Germany’s measles outbreak wake-up call for parents to have children vaccinated – UN

2 February 2009

A measles outbreak in Germany has highlighted the need for vaccination reminders and better information for parents, after a study showed that at least 80 per cent of 614 cases in Duisburg in 2006 involved people who had not been vaccinated, according to research published today in the Bulletin of the United Nations World Health Organization (WHO).

A measles outbreak in Germany has highlighted the need for vaccination reminders and better information for parents, after a study showed that at least 80 per cent of 614 cases in Duisburg in 2006 involved people who had not been vaccinated, according to research published today in the Bulletin of the United Nations World Health Organization (WHO).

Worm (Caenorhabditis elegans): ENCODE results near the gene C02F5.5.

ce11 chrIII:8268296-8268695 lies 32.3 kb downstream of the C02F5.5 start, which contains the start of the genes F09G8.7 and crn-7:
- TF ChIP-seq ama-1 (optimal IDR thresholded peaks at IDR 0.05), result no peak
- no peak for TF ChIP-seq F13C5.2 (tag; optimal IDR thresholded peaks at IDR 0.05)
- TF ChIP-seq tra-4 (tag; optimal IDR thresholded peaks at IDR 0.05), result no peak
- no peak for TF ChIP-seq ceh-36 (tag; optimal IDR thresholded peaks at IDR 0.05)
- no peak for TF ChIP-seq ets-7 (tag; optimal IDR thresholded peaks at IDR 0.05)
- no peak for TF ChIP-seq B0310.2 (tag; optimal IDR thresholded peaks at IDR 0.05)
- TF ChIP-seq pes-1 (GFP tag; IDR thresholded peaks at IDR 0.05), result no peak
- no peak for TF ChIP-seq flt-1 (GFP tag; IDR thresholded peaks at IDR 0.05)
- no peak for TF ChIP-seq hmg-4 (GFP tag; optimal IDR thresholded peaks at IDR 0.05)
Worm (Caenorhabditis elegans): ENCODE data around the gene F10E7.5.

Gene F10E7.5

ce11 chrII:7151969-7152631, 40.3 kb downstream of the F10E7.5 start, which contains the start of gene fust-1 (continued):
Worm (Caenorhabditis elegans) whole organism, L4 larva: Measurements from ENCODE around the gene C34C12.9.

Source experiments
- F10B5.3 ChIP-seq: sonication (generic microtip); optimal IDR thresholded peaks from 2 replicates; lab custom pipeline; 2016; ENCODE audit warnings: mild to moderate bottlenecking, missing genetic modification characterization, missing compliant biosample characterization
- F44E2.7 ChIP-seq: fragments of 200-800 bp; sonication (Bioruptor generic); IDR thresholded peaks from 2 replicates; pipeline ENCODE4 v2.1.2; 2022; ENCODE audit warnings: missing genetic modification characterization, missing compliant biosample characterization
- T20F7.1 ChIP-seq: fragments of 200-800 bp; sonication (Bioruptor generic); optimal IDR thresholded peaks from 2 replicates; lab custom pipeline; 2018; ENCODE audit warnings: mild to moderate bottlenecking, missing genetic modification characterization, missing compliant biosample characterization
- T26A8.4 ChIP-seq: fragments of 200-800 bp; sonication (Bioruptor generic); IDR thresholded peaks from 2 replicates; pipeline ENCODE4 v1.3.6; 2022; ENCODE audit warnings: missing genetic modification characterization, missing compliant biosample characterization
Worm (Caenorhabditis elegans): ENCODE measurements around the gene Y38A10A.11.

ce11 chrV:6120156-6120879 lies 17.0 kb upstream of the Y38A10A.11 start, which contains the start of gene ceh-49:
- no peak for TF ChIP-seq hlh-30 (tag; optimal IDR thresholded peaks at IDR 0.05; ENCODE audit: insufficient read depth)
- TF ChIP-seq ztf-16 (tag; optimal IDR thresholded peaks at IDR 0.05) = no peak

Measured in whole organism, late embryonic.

“Measles still causes an estimated 197,000 deaths each year around the world, the majority of them children under five,” Peter Strebel of WHO’s Department of Immunization, Vaccines and Biologicals said. “Parents and doctors need to be reminded that measles is a highly contagious disease.

“Even healthy and well-nourished children, if unvaccinated, are at risk of measles and its complications such as pneumonia, encephalitis and, although rare, death,” he added, noting that two children died of encephalitis and 95 were hospitalized in the German outbreak.

The failure to vaccinate was ascribed to parents either forgetting or rejecting the vaccine for various reasons including the mistaken belief that it was dangerous.

Even in countries with good health services, measles can be very serious, particularly in young children, Dr. Strebel stressed.

 

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